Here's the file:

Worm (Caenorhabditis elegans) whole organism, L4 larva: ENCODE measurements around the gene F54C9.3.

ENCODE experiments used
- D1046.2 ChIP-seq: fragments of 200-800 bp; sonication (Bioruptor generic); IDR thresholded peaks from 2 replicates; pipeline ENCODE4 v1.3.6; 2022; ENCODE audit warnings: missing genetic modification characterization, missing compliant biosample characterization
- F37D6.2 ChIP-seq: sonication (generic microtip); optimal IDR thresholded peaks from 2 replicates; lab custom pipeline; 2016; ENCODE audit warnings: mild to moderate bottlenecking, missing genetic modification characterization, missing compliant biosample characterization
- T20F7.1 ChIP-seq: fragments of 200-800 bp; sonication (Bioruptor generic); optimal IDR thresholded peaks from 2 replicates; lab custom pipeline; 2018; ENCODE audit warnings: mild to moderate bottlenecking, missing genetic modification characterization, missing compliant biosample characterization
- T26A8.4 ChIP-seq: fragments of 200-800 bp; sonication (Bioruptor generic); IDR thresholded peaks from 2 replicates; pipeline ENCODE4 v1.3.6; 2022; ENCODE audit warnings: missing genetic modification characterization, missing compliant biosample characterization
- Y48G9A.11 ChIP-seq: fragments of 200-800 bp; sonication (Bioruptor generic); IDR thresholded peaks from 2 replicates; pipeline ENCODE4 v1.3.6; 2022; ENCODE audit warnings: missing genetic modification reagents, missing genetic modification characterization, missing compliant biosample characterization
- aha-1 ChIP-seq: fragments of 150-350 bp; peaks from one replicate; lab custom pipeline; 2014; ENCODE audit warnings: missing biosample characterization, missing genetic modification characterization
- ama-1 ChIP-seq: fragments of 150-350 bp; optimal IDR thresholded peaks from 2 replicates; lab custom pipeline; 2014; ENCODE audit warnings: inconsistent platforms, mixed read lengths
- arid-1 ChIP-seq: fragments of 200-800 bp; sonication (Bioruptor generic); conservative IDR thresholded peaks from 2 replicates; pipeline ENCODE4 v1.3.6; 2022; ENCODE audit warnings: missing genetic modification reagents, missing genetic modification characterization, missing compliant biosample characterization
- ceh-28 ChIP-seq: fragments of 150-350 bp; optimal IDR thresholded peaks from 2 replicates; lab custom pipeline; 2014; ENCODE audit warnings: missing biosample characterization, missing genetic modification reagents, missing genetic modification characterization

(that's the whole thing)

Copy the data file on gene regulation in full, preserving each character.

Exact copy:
Worm (Caenorhabditis elegans) whole organism, L4 larva: ENCODE measurements around the gene F54C9.3.

ENCODE experiments used
- D1046.2 ChIP-seq: fragments of 200-800 bp; sonication (Bioruptor generic); IDR thresholded peaks from 2 replicates; pipeline ENCODE4 v1.3.6; 2022; ENCODE audit warnings: missing genetic modification characterization, missing compliant biosample characterization
- F37D6.2 ChIP-seq: sonication (generic microtip); optimal IDR thresholded peaks from 2 replicates; lab custom pipeline; 2016; ENCODE audit warnings: mild to moderate bottlenecking, missing genetic modification characterization, missing compliant biosample characterization
- T20F7.1 ChIP-seq: fragments of 200-800 bp; sonication (Bioruptor generic); optimal IDR thresholded peaks from 2 replicates; lab custom pipeline; 2018; ENCODE audit warnings: mild to moderate bottlenecking, missing genetic modification characterization, missing compliant biosample characterization
- T26A8.4 ChIP-seq: fragments of 200-800 bp; sonication (Bioruptor generic); IDR thresholded peaks from 2 replicates; pipeline ENCODE4 v1.3.6; 2022; ENCODE audit warnings: missing genetic modification characterization, missing compliant biosample characterization
- Y48G9A.11 ChIP-seq: fragments of 200-800 bp; sonication (Bioruptor generic); IDR thresholded peaks from 2 replicates; pipeline ENCODE4 v1.3.6; 2022; ENCODE audit warnings: missing genetic modification reagents, missing genetic modification characterization, missing compliant biosample characterization
- aha-1 ChIP-seq: fragments of 150-350 bp; peaks from one replicate; lab custom pipeline; 2014; ENCODE audit warnings: missing biosample characterization, missing genetic modification characterization
- ama-1 ChIP-seq: fragments of 150-350 bp; optimal IDR thresholded peaks from 2 replicates; lab custom pipeline; 2014; ENCODE audit warnings: inconsistent platforms, mixed read lengths
- arid-1 ChIP-seq: fragments of 200-800 bp; sonication (Bioruptor generic); conservative IDR thresholded peaks from 2 replicates; pipeline ENCODE4 v1.3.6; 2022; ENCODE audit warnings: missing genetic modification reagents, missing genetic modification characterization, missing compliant biosample characterization
- ceh-28 ChIP-seq: fragments of 150-350 bp; optimal IDR thresholded peaks from 2 replicates; lab custom pipeline; 2014; ENCODE audit warnings: missing biosample characterization, missing genetic modification reagents, missing genetic modification characterization